Edward the Elder – Alfred’s forgotten son
Edward was old enough to remember the night when his father, Alfred, had had to flee for his life, taking his family to the marshy refuge of Athelney. He had had to wait, a child, for word as to whether his father had prevailed at the Battle of Edington or whether he would have to run again. He had been raised to fight the Viking invaders, taking his place as his father’s chief lieutenant when still a teenager, and proving worthy of that trust.
Such an upbringing inculcated a savage certainty of purpose. Through no fault or oversight of his would Edward give advantage to those pagans who would ravage his realm. To that end, he approached his marriages as the business of a king, making and breaking queens – three of them in the end – to serve his political purposes.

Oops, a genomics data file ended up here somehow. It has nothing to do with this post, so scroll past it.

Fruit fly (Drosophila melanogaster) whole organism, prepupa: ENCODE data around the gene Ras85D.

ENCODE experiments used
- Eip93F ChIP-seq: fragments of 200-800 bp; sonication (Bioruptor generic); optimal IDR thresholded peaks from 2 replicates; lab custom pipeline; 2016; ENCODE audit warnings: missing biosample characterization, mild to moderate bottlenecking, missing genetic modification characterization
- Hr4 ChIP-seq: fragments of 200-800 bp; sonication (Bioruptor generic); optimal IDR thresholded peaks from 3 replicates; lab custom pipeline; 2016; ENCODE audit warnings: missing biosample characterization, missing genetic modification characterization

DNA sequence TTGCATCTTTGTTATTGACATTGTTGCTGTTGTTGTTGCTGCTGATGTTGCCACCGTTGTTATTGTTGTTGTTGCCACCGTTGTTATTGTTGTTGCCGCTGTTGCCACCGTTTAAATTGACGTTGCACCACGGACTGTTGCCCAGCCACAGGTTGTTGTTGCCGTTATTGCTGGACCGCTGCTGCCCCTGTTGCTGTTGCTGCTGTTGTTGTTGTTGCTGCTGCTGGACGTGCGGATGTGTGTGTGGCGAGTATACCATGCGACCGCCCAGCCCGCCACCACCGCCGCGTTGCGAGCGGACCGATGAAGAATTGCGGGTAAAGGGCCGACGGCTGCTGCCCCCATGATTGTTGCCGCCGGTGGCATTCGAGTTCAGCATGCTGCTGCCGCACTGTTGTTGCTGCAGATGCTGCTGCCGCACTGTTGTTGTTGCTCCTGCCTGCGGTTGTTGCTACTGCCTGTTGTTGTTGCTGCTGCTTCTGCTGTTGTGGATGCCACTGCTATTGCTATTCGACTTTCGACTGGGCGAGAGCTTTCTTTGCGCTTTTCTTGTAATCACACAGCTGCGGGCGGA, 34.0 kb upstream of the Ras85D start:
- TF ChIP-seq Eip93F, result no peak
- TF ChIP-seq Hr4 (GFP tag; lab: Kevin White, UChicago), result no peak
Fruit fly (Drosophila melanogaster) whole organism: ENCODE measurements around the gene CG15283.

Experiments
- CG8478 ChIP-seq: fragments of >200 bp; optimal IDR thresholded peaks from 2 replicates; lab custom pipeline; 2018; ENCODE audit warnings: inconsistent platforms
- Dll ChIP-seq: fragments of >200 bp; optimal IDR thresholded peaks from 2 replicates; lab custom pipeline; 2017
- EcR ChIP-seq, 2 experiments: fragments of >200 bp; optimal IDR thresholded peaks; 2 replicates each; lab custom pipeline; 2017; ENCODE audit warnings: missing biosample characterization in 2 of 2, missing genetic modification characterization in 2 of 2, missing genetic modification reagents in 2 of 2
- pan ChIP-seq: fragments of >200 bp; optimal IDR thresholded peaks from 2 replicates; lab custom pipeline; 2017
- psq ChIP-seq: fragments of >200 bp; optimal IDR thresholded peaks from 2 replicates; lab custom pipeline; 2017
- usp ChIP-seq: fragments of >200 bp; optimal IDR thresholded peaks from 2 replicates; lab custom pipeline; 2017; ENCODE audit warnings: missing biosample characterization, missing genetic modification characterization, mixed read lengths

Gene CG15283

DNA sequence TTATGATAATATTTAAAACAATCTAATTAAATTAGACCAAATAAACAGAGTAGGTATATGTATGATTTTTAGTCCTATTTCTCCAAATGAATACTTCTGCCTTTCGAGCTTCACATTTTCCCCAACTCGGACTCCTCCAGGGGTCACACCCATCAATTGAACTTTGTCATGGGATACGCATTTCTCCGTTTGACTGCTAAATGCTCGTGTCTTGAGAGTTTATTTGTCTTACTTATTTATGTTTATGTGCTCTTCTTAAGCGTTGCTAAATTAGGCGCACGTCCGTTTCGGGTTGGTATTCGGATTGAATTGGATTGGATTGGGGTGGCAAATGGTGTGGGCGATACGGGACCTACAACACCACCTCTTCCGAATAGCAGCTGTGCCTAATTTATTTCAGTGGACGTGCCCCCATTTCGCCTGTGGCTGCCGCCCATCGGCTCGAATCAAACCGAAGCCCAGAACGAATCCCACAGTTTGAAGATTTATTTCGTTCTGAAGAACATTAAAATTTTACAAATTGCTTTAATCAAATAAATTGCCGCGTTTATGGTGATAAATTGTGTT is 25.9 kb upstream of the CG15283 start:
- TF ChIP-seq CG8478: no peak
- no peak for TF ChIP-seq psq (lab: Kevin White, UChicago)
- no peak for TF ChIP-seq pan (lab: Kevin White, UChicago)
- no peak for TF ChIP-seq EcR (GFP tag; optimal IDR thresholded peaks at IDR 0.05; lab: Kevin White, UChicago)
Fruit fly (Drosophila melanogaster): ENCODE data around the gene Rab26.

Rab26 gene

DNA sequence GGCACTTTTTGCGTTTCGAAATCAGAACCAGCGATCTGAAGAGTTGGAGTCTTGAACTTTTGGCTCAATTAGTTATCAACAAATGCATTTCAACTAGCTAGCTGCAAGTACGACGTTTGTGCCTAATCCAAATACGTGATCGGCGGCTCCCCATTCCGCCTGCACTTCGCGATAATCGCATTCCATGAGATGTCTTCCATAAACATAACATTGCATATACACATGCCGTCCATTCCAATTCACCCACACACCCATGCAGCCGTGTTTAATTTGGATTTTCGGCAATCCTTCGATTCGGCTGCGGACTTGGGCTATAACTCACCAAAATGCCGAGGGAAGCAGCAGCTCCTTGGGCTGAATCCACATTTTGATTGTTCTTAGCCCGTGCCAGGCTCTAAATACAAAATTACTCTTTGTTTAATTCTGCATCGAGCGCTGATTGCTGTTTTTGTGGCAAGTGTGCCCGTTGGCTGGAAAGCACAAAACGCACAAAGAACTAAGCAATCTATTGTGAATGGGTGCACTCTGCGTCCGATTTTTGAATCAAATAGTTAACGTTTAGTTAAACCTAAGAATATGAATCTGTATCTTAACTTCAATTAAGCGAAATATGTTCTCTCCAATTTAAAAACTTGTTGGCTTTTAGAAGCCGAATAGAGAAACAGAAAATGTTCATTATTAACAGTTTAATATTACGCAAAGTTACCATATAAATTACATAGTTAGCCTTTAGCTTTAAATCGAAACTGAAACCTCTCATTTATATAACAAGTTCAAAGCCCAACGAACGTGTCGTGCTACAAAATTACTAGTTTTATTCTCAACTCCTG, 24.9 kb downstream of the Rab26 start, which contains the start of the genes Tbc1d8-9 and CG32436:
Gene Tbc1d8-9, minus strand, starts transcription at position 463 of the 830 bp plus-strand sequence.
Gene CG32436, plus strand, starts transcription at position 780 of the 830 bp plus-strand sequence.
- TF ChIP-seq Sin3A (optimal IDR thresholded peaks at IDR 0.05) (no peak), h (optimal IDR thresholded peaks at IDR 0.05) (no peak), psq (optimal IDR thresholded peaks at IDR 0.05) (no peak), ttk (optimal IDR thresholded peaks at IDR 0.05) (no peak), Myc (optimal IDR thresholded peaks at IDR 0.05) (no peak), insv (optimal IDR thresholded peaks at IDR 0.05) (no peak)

But there was one woman Edward did not put aside, for she had his full confidence as the other hand of the strategy he had inherited from his father: Æthelflæd, Edward’s sister, reigned as lord of Mercia, first securing her kingdom and then joining Edward in his assault on the Danelaw. Edward’s trust, however, did not extend to Æthelflæd’s daughter. When his sister died, some in Mercia would have installed Ælfwynn as a new ‘Lady of the Mercians’ but Edward removed her to a convent and brought the kingdom under his rule, the first king of a combined Wessex and Mercia.